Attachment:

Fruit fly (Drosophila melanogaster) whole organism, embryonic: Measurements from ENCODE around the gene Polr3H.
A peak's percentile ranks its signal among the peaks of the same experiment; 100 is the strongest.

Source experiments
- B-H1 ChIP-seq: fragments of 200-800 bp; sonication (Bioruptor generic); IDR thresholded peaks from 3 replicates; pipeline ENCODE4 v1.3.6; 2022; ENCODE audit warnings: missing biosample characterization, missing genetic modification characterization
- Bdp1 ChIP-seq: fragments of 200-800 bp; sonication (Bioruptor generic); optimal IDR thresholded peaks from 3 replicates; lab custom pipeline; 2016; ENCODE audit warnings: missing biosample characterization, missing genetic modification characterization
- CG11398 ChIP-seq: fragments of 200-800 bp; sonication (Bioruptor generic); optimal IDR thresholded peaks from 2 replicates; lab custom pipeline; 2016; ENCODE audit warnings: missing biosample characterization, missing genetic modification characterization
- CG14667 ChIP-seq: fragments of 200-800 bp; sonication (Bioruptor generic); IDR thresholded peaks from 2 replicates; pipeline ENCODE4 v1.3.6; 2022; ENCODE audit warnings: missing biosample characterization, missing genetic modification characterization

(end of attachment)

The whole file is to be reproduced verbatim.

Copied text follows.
Fruit fly (Drosophila melanogaster) whole organism, embryonic: Measurements from ENCODE around the gene Polr3H.
A peak's percentile ranks its signal among the peaks of the same experiment; 100 is the strongest.

Source experiments
- B-H1 ChIP-seq: fragments of 200-800 bp; sonication (Bioruptor generic); IDR thresholded peaks from 3 replicates; pipeline ENCODE4 v1.3.6; 2022; ENCODE audit warnings: missing biosample characterization, missing genetic modification characterization
- Bdp1 ChIP-seq: fragments of 200-800 bp; sonication (Bioruptor generic); optimal IDR thresholded peaks from 3 replicates; lab custom pipeline; 2016; ENCODE audit warnings: missing biosample characterization, missing genetic modification characterization
- CG11398 ChIP-seq: fragments of 200-800 bp; sonication (Bioruptor generic); optimal IDR thresholded peaks from 2 replicates; lab custom pipeline; 2016; ENCODE audit warnings: missing biosample characterization, missing genetic modification characterization
- CG14667 ChIP-seq: fragments of 200-800 bp; sonication (Bioruptor generic); IDR thresholded peaks from 2 replicates; pipeline ENCODE4 v1.3.6; 2022; ENCODE audit warnings: missing biosample characterization, missing genetic modification characterization